This month let’s talk about setting goals, having motivation and implementing discipline. Goals, motivation and discipline, in that order. A goal could be 1) something I must do, 2) something I need to do (maybe because a parent, spouse or boss has requested it) or 3) something I would like to do some day. The third category has little chance of ever happening. It would have to move up to category 1 or 2 in order to happen. An item in category 2 will only happen if the “need” or motivation is strong. If the parent, spouse or boss says, “Did you get that done?” it might push the item up to category 1. But even a category 1 goal, “something I must do,” will not happen unless there is motivation and discipline.
In order for any goal to be accomplished it must be clear and distinct. To live a better life or to lose weight are not clear goals. A goal must be clear enough that there will be no doubt about when it has been accomplished. A goal of losing 30 pounds from my present weight by July 1 is clearer. A serious goal must be written down. Written goals tend to be more precise and do not change as our memory of the goal fades or is rationalized.
Motivation is the intensity of our intention to get the goal accomplished. It is what drives us to make it a goal. This drive could come from others or it could be something we have decided to do. It might be a step toward a greater goal such as finishing college so that a desired career could be started. The goal could be to cleanout the garage. The intensity of our motivation will determine how many times our conscience will remind us.
Discipline could be the most difficult part. Many New Year’s resolutions are lost due to the lack of discipline. This means we will do things (or deprive ourselves of them) regardless of our discomfort to accomplish the goal. Discipline is aided by having another person to whom we are accountable for the success of our goal or who is working on a goal with us. Rationalization to put off or drop the goal is avoided when discipline is the strongest. When discipline is encouraged by others, we are more likely to persevere. The people who accomplish important things in life have greater discipline than most of us. Having strong discipline means you do not even consider alternatives that appear to be easier and tempting.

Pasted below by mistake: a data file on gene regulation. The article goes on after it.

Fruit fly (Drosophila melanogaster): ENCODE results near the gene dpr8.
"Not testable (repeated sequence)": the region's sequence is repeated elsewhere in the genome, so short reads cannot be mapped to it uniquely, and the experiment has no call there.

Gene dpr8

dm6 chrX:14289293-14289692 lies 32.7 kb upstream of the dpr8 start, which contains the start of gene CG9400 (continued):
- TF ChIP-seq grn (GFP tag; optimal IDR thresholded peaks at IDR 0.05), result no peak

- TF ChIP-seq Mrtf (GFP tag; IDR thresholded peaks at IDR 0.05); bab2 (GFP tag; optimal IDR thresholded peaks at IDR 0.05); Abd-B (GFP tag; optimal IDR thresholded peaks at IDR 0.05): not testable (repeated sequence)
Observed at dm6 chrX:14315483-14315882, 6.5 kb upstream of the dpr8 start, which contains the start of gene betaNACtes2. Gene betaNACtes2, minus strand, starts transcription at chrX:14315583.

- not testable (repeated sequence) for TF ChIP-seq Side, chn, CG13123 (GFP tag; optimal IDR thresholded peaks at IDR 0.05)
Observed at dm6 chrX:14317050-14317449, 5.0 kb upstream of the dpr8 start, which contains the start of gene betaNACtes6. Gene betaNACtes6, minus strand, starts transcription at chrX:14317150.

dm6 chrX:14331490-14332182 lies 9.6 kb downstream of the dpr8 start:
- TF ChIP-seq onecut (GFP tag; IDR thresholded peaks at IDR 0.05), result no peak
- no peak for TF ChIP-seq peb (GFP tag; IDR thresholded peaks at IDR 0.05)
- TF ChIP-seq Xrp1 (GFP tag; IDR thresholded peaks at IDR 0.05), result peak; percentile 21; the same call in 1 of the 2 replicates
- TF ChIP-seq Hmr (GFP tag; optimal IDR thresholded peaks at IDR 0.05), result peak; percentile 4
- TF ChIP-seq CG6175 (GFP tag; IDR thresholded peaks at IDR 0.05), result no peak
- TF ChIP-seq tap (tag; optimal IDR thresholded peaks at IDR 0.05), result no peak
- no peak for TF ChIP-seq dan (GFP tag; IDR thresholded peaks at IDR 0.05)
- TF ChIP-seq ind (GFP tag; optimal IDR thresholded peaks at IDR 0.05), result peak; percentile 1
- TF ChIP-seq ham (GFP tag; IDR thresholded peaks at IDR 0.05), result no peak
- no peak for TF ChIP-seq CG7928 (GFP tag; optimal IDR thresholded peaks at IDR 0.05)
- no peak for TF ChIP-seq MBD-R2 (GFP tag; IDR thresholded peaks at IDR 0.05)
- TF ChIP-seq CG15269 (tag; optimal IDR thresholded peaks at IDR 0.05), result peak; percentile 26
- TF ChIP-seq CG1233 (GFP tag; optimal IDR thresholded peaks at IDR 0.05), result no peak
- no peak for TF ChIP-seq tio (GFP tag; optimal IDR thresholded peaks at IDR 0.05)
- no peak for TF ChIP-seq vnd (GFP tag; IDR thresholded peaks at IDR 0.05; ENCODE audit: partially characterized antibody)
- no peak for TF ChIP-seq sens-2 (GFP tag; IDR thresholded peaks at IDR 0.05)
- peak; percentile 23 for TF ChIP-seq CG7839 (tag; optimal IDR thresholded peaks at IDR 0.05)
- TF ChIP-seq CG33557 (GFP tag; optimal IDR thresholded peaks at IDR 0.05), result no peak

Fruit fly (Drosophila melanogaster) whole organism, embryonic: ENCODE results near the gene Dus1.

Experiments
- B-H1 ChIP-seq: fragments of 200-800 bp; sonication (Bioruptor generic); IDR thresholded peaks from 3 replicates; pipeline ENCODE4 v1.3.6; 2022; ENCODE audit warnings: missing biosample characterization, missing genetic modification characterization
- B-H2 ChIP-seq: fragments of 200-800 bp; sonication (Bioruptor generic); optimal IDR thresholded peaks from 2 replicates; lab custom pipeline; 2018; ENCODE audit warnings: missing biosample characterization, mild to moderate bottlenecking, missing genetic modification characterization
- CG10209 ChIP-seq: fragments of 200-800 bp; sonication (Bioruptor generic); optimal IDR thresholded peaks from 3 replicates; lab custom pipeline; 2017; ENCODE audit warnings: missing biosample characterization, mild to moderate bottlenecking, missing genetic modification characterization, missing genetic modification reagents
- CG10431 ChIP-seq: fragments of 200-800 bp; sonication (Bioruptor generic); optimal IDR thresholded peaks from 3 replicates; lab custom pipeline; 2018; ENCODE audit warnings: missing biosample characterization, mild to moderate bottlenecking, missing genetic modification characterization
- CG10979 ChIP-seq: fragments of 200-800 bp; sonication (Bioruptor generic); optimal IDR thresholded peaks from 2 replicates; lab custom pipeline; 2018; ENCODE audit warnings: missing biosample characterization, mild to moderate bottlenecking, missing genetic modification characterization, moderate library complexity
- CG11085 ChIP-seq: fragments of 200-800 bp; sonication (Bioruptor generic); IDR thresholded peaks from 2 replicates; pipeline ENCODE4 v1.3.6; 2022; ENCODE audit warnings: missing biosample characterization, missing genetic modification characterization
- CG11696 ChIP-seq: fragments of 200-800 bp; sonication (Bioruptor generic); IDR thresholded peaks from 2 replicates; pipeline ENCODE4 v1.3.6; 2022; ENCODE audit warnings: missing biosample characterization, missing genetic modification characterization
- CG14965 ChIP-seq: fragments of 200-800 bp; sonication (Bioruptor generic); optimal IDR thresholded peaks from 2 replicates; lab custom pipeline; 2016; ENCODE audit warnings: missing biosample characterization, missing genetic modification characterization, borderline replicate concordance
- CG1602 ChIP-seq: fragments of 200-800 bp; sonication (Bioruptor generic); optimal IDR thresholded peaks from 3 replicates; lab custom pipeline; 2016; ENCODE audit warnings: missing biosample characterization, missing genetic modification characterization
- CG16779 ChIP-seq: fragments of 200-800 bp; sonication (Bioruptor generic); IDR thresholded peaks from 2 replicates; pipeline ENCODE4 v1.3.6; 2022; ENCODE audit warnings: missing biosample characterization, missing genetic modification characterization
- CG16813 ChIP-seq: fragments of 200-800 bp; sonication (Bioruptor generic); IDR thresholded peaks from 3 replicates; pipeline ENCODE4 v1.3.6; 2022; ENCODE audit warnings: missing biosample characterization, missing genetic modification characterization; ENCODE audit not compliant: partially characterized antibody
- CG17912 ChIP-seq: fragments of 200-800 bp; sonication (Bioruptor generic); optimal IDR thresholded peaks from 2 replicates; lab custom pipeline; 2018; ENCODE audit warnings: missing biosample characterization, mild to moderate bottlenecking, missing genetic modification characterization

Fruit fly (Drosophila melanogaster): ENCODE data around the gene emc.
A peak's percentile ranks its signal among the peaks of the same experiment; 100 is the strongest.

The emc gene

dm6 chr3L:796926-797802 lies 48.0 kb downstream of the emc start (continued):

When you select goals, consider them carefully. Go through several drafts. Then sleep on it. Then take the final written version and consider how much you really want to accomplish these goals, Which goals must be accomplished first in order to accomplish more complex goals later? Picture the outcomes that are possible when these goals are accomplished. Don’t put off beginning on the list until tomorrow or next week. For motivation, think about why each goal is on your written list. Then resolve that you have the discipline to make it all happen. Whether the goal is small or complex, you are going to look back later in life and be thankful that you had clear goals, that your motivation did not falter and you had sufficient discipline to persevere even when discouraged, tired, out of money or other competing desires arose. Positive accomplishments are rarely regretted. Later in life, you will see others who had similar opportunities and time but who did not have clear, written goals with strong motivation and discipline. It will also develop in you the character of setting goals, developing motivation and being firm in discipline throughout life. You will be pleased with the result.
Kenneth Oosting, Ph, D